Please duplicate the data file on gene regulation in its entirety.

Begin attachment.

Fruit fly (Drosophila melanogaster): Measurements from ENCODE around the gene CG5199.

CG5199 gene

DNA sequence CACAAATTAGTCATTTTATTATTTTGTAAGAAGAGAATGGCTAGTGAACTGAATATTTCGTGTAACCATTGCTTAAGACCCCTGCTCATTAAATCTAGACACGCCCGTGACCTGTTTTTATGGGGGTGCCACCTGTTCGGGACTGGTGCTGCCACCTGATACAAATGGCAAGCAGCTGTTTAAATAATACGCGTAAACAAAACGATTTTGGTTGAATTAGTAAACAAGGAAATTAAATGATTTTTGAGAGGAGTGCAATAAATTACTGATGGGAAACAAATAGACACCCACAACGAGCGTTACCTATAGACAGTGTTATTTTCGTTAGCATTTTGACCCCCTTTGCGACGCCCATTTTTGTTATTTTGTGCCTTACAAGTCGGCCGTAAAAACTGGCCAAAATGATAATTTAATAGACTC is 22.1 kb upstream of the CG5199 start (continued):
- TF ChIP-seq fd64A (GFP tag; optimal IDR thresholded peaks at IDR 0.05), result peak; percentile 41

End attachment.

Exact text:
Fruit fly (Drosophila melanogaster): Measurements from ENCODE around the gene CG5199.

CG5199 gene

DNA sequence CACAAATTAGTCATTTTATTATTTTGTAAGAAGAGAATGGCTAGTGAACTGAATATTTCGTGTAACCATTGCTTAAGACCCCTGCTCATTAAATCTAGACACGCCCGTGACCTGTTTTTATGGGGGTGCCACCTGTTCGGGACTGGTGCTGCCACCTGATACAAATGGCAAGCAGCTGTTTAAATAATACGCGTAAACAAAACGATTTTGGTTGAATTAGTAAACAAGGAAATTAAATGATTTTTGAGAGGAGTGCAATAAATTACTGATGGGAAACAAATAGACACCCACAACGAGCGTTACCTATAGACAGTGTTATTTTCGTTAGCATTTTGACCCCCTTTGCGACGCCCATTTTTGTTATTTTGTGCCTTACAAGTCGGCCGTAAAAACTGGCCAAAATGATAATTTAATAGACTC is 22.1 kb upstream of the CG5199 start (continued):
- TF ChIP-seq fd64A (GFP tag; optimal IDR thresholded peaks at IDR 0.05), result peak; percentile 41